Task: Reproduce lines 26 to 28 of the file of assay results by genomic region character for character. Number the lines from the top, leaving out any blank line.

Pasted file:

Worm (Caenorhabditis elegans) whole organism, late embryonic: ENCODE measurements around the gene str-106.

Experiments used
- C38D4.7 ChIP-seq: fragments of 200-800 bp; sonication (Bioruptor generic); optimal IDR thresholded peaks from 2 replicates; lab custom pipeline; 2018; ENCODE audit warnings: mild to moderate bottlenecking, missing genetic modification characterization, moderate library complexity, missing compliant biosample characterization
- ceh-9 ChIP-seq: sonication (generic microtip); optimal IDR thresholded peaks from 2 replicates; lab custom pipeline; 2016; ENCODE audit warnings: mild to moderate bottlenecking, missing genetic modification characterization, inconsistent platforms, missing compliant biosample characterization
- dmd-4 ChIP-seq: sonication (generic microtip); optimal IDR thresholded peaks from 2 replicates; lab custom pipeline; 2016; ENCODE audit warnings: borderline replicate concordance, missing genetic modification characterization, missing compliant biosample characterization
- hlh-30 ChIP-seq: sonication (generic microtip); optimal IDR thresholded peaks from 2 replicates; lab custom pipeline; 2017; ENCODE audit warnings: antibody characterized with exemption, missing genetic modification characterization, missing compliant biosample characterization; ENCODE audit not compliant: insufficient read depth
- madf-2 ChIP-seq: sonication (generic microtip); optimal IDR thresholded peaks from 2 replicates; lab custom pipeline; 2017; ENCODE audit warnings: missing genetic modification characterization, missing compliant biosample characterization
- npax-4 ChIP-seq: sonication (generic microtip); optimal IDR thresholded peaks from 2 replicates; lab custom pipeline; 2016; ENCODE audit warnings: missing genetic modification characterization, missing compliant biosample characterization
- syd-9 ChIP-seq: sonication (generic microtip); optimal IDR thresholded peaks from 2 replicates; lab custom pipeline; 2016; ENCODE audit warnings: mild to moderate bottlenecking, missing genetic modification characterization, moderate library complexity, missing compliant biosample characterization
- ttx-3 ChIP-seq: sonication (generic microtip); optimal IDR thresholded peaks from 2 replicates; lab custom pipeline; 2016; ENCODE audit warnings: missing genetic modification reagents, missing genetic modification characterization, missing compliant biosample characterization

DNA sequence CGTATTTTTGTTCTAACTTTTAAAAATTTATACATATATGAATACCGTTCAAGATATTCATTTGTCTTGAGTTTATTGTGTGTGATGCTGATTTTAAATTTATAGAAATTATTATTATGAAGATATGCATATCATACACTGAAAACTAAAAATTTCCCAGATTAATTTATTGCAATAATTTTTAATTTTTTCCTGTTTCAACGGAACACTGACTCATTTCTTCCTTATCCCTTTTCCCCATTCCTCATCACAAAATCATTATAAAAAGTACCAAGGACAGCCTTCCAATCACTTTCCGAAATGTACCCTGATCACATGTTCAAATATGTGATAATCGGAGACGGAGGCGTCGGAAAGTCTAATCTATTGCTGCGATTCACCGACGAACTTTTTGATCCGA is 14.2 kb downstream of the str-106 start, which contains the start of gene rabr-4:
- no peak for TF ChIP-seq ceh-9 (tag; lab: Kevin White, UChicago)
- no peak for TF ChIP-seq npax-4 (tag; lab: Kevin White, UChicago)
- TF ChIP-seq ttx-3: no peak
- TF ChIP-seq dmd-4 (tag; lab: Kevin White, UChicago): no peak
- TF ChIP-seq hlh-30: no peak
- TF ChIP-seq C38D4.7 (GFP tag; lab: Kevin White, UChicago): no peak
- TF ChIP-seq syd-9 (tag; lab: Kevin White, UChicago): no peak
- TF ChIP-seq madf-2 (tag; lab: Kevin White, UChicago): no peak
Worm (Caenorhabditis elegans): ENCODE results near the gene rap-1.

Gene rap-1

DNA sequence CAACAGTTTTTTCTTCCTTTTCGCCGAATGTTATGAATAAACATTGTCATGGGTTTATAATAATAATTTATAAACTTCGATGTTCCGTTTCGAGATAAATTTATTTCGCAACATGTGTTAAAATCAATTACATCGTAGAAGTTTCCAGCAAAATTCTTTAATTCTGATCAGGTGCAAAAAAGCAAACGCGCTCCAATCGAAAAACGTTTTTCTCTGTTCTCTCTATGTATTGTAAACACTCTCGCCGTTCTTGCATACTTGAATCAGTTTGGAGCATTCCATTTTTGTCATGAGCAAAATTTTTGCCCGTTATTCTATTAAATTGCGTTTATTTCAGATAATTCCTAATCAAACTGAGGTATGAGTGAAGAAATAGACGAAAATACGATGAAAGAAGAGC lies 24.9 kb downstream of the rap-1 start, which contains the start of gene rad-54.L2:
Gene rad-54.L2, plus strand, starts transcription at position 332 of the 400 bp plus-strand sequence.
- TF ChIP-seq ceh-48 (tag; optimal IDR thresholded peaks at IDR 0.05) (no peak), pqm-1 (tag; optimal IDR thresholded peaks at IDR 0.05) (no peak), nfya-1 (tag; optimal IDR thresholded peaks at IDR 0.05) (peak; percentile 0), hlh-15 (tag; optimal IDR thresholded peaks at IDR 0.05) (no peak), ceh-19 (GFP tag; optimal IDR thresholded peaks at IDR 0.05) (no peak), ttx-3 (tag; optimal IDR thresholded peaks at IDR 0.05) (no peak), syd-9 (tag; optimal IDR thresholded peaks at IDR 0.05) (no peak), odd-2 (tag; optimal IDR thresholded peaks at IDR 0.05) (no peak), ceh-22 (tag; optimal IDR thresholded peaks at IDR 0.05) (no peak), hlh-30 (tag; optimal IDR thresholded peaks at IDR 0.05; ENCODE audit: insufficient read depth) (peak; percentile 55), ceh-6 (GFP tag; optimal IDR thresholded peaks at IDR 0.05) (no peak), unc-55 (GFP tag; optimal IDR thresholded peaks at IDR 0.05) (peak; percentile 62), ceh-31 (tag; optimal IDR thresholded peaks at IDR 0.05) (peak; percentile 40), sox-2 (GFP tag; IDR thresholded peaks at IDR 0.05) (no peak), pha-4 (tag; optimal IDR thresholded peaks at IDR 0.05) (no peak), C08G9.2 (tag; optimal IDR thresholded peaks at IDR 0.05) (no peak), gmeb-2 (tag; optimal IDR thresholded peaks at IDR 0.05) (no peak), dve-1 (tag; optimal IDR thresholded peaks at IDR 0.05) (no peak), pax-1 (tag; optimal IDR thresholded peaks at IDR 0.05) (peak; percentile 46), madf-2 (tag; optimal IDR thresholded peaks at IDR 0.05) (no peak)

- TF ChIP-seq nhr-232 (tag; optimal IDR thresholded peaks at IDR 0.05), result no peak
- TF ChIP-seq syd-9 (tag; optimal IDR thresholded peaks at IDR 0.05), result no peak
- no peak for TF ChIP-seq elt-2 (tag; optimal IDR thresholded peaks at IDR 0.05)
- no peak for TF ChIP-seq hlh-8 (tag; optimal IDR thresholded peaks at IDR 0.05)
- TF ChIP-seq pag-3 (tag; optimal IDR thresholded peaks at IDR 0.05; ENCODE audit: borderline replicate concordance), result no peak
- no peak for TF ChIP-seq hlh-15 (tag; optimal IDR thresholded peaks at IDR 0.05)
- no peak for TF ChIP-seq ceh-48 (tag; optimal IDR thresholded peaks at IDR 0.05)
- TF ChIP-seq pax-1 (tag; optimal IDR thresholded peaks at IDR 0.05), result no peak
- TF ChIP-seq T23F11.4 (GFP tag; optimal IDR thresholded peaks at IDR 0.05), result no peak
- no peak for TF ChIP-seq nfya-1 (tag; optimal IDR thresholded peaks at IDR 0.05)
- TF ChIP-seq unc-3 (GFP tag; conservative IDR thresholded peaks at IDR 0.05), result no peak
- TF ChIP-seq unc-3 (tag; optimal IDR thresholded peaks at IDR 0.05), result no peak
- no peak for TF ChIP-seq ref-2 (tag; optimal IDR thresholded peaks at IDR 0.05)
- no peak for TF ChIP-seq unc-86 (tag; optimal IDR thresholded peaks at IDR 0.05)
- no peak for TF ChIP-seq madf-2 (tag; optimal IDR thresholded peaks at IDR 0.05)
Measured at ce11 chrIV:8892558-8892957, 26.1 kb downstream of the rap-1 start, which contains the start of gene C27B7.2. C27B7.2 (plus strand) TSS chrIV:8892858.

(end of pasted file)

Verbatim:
- TF ChIP-seq syd-9 (tag; optimal IDR thresholded peaks at IDR 0.05), result no peak
- no peak for TF ChIP-seq elt-2 (tag; optimal IDR thresholded peaks at IDR 0.05)
- no peak for TF ChIP-seq hlh-8 (tag; optimal IDR thresholded peaks at IDR 0.05)